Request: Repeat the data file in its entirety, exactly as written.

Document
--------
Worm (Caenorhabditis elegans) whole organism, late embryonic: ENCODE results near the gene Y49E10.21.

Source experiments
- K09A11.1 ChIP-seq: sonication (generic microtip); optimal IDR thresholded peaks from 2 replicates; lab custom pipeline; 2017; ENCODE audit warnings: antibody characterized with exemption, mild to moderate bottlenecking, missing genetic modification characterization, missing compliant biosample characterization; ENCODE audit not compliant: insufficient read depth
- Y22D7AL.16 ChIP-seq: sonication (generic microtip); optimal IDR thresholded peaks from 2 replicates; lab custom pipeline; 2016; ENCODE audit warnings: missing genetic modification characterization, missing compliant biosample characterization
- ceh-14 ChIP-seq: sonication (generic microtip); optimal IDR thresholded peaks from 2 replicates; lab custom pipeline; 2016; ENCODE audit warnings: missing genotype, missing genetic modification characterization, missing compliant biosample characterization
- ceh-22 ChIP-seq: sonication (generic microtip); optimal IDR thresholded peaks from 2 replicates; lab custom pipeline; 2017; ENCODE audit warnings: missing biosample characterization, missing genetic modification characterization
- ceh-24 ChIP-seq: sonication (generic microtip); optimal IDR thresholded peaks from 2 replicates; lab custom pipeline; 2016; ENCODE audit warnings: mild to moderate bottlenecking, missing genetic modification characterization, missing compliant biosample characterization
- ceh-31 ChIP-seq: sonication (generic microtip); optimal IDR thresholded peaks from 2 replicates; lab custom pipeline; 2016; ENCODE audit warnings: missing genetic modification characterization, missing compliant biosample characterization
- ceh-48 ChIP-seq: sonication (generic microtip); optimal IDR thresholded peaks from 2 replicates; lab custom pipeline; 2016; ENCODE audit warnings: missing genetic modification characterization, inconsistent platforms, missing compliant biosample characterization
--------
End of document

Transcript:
Worm (Caenorhabditis elegans) whole organism, late embryonic: ENCODE results near the gene Y49E10.21.

Source experiments
- K09A11.1 ChIP-seq: sonication (generic microtip); optimal IDR thresholded peaks from 2 replicates; lab custom pipeline; 2017; ENCODE audit warnings: antibody characterized with exemption, mild to moderate bottlenecking, missing genetic modification characterization, missing compliant biosample characterization; ENCODE audit not compliant: insufficient read depth
- Y22D7AL.16 ChIP-seq: sonication (generic microtip); optimal IDR thresholded peaks from 2 replicates; lab custom pipeline; 2016; ENCODE audit warnings: missing genetic modification characterization, missing compliant biosample characterization
- ceh-14 ChIP-seq: sonication (generic microtip); optimal IDR thresholded peaks from 2 replicates; lab custom pipeline; 2016; ENCODE audit warnings: missing genotype, missing genetic modification characterization, missing compliant biosample characterization
- ceh-22 ChIP-seq: sonication (generic microtip); optimal IDR thresholded peaks from 2 replicates; lab custom pipeline; 2017; ENCODE audit warnings: missing biosample characterization, missing genetic modification characterization
- ceh-24 ChIP-seq: sonication (generic microtip); optimal IDR thresholded peaks from 2 replicates; lab custom pipeline; 2016; ENCODE audit warnings: mild to moderate bottlenecking, missing genetic modification characterization, missing compliant biosample characterization
- ceh-31 ChIP-seq: sonication (generic microtip); optimal IDR thresholded peaks from 2 replicates; lab custom pipeline; 2016; ENCODE audit warnings: missing genetic modification characterization, missing compliant biosample characterization
- ceh-48 ChIP-seq: sonication (generic microtip); optimal IDR thresholded peaks from 2 replicates; lab custom pipeline; 2016; ENCODE audit warnings: missing genetic modification characterization, inconsistent platforms, missing compliant biosample characterization